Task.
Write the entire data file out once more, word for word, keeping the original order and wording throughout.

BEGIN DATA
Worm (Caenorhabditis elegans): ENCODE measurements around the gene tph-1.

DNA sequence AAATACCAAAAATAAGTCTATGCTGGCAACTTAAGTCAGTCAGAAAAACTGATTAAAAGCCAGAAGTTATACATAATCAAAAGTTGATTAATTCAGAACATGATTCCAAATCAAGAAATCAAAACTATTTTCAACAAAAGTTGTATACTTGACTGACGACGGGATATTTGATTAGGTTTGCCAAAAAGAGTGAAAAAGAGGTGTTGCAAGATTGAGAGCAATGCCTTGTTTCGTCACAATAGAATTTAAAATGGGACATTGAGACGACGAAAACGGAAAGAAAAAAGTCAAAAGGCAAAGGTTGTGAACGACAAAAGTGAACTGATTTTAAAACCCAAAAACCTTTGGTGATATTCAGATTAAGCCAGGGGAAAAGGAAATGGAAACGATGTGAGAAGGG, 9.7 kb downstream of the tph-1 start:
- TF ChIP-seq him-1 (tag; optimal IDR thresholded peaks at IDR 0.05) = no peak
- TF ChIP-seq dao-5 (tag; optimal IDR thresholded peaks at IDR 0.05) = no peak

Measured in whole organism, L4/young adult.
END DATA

Worm (Caenorhabditis elegans): ENCODE measurements around the gene tph-1.

DNA sequence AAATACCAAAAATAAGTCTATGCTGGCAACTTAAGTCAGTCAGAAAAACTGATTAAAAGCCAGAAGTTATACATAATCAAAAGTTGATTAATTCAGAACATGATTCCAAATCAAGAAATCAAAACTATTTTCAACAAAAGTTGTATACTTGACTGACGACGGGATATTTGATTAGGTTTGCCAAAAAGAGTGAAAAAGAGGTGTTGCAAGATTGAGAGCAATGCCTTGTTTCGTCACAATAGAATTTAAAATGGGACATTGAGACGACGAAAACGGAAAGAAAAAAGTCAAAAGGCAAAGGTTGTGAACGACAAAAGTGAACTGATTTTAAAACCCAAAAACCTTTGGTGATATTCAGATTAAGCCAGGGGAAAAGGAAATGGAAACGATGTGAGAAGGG, 9.7 kb downstream of the tph-1 start:
- TF ChIP-seq him-1 (tag; optimal IDR thresholded peaks at IDR 0.05) = no peak
- TF ChIP-seq dao-5 (tag; optimal IDR thresholded peaks at IDR 0.05) = no peak

Measured in whole organism, L4/young adult.